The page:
I have not cleaned a comforter but I have cleaned old down pillows -lots (I have no idea where my mother got them). I did it wrong and then was told the right way to do it. I washed them as I would clothing then I sneezed and snowed on the neighbourhood as I transfered down to new covers on my patio. :shock:

Later a friend told me that I should have transfered the feathers wet!! Makes sense doesn't it? :cool:

For your comforter try enclosing the comforter as is in a temporary pillow case out of sheets or muslin which will catch the down if the original cover bursts. Wash the quilt in a large washing machine. Will have to stand over the machine and make sure you punch down the blanket until it is all wet and all the air is out of it - takes quite awhile. Actually I would wash it a couple of times and make sure it is well rinsed. This is not a quick process. Some of my pillows obviously weren't, and any time they get damp they stained the new covers I had made.

In the meantime have ready the new cover you intend to be the down's final destination. With baffles if you need them or not. Make sure you use fabric with high thread count as down has an amazing way to work through just about anything. Personally, I wouldn't use too heavy a fabric. When you use the comforter as a duvet and put it in the duvet cover it, it gets heavier. Down is very warm as it is.

Put in dryer the new cover with wet down in it and dry with tennis balls - warning -will take a long time and lots of cycles. But will be worth it. Old quilts were made of heavy canvas fabric as no other material was available that prevented down leaking through - we have sleeping bag at our cottage circa 1900 - weighs a ton! I sleep on it, not in it.

About 15 years ago making one's own down coat classes were all the rage here. I am sure you can probably find a site on line that describes the process and in particular the thread count fabric to use - probably a mix cotton with some nylon or poly in it. I used pillow ticking for the pillows but it seems to almost have a bit of wax in the fabric. Try searching for 'working with down'.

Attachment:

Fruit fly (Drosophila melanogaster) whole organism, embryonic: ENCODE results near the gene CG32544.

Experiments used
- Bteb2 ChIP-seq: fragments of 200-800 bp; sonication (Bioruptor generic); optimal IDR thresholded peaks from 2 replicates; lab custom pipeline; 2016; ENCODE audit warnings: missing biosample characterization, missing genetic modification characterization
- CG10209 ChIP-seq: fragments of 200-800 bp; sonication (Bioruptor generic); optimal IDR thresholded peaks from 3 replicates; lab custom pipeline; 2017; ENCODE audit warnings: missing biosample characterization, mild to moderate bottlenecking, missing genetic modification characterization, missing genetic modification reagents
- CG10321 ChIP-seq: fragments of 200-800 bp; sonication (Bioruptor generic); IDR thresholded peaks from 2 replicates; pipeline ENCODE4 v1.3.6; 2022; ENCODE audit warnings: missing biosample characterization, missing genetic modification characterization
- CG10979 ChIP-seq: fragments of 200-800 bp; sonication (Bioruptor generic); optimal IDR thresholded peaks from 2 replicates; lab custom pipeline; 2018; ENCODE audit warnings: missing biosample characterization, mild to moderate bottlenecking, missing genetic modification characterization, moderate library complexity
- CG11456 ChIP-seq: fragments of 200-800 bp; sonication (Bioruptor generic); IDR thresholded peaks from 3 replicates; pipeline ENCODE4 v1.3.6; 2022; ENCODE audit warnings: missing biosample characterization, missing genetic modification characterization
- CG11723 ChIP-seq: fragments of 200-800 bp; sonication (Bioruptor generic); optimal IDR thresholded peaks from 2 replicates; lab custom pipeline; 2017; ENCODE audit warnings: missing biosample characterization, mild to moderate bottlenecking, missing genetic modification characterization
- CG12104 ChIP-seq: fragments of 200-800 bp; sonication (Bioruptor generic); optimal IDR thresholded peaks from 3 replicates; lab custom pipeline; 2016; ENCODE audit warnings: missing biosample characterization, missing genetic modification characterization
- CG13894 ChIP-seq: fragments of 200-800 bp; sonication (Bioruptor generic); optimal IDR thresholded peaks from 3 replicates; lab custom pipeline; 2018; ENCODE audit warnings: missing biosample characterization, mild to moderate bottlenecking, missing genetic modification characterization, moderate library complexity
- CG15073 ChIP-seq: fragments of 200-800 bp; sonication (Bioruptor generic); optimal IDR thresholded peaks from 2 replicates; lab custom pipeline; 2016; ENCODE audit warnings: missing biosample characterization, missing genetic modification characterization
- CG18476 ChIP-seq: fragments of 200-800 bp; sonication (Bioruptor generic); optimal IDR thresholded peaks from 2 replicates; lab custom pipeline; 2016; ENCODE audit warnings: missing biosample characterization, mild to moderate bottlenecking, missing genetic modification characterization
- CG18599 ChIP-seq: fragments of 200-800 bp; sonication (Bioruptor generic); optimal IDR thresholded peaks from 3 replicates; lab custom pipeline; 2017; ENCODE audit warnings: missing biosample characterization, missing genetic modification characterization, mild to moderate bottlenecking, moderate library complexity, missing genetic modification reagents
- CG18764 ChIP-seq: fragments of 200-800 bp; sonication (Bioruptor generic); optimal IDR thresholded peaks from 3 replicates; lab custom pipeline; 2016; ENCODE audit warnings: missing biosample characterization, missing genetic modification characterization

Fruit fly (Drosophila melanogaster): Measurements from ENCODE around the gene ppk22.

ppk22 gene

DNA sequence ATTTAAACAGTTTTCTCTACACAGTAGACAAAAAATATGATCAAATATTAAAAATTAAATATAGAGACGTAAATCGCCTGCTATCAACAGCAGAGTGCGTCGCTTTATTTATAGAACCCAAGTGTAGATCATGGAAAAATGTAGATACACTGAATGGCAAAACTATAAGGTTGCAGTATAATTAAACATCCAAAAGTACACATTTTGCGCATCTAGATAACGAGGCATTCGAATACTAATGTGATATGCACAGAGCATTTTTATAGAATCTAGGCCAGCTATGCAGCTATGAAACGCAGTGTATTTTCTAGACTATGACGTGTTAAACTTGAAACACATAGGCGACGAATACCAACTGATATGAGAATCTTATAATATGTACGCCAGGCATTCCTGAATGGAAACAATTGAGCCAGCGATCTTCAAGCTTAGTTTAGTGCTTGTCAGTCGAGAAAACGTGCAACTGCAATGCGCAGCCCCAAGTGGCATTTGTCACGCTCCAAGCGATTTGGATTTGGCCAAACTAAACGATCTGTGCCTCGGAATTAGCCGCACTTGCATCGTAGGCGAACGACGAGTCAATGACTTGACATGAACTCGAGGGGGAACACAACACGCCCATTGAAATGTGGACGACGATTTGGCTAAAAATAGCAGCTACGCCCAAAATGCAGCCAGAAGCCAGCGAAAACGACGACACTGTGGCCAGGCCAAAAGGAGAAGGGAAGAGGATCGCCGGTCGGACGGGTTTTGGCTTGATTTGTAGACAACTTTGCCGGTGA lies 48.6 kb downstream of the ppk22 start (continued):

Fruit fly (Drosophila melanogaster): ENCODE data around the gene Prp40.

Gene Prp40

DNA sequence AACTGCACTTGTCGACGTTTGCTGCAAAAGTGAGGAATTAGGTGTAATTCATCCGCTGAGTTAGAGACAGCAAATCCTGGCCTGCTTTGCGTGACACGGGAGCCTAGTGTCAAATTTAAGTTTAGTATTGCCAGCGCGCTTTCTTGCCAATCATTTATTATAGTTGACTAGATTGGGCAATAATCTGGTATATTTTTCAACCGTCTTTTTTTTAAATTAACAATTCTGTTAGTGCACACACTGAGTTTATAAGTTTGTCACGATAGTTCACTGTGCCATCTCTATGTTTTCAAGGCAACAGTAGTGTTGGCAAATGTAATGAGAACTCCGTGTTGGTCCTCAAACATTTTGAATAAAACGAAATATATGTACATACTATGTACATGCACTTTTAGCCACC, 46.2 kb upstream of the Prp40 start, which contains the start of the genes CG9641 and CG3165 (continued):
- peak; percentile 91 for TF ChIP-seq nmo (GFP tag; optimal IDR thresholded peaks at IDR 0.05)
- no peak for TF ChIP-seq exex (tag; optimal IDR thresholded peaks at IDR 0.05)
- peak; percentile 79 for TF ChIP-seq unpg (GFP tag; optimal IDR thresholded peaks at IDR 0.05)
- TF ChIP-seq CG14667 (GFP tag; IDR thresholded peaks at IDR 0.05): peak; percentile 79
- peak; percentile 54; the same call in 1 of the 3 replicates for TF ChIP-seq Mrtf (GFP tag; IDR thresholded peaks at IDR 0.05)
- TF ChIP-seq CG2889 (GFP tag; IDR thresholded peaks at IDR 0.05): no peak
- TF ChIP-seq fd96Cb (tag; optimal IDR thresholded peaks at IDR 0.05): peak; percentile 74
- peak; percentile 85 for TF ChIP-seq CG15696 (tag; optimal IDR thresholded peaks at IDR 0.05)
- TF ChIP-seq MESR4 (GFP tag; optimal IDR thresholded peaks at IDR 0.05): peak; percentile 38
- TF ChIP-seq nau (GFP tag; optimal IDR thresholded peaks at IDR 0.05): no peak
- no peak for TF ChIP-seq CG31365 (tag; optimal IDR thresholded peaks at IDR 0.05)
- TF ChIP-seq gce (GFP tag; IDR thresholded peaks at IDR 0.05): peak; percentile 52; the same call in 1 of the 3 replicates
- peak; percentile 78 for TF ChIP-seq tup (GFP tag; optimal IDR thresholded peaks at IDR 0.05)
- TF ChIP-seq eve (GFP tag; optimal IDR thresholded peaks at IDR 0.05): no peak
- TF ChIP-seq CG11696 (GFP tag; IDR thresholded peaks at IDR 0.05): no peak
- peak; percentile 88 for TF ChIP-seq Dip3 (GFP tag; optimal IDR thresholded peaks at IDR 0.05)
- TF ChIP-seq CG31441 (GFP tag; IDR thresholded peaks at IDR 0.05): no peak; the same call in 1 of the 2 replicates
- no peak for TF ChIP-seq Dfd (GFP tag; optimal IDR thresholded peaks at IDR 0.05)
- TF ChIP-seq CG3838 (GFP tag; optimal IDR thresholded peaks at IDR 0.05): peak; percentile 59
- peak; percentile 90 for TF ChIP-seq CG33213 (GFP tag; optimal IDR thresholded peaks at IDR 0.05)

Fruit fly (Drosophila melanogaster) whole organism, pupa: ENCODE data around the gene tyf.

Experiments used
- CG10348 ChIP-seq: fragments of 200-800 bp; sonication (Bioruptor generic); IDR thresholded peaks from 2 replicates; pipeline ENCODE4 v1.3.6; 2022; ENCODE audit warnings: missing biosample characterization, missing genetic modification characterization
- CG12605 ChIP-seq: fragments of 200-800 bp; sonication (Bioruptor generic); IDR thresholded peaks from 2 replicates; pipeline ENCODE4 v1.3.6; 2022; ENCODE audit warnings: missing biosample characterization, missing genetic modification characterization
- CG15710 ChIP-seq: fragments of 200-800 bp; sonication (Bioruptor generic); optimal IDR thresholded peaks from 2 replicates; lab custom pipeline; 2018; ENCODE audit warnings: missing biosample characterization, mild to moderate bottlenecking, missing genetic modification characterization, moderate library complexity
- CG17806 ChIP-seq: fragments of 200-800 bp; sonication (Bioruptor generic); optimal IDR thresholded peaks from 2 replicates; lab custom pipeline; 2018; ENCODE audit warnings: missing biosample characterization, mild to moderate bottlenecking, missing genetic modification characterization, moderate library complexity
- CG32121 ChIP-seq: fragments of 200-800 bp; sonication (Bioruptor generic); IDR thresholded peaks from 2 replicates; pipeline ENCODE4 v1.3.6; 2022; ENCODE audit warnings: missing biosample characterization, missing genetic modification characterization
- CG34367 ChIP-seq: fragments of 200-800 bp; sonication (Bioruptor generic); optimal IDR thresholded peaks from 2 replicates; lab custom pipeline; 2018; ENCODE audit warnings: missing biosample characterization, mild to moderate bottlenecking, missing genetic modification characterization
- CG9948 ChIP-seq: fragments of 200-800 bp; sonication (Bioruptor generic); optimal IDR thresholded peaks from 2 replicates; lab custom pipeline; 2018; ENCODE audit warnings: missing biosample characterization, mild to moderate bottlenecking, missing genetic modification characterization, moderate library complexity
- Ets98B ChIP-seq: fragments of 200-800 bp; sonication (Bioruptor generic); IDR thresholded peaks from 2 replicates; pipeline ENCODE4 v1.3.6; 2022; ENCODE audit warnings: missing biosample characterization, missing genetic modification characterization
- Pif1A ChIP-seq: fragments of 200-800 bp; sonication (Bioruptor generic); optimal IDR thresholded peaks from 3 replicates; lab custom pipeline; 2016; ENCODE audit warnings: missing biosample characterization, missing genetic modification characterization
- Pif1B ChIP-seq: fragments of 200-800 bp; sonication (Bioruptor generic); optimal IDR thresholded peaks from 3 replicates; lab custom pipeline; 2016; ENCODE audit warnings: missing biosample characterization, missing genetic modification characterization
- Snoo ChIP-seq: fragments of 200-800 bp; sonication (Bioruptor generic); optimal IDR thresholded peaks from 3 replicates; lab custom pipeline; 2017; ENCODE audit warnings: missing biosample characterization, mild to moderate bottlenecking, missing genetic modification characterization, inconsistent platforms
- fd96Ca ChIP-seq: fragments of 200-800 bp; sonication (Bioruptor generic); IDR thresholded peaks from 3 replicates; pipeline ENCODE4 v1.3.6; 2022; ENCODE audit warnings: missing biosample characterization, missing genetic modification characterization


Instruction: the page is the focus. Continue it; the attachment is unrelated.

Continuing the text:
Good luck and let us know how it works out - I am tempted to take that old sleeping bag apart!! :nervous:
*~*~*~* Nancy*~*~*~* " I try to take one day at a time - but sometimes several days attack me at once."
User: Sancin
Member since: 02-13-2005
Total posts: 895
From: ktdid56
Date: 09-13-2005, 02:51 AM (5 of 5)
Hi Everyone.

Thanks so much for the advice, especially Nancy. Wow. :up: I would never have thought to transfer down to its new house while wet. It makes perfect sense. And I have no doubt that my neighbors thank you as well. I'll have to figure out what material I want to use first. I will then take it to my local laundromat and use their machines to wash it so as not to tax my own. It's a small price to pay (as opposed to mine breaking down and having to purchase a new one :cry: ).

I recently discovered a textile shop in the town we recently moved to and this little old lady really knows her stuff. I will consult her and hope it works.

Thanks everyone. I will give it a whirl soon and let you all know of the outcome.

User: ktdid56
Member since: 09-11-2005
Total posts: 2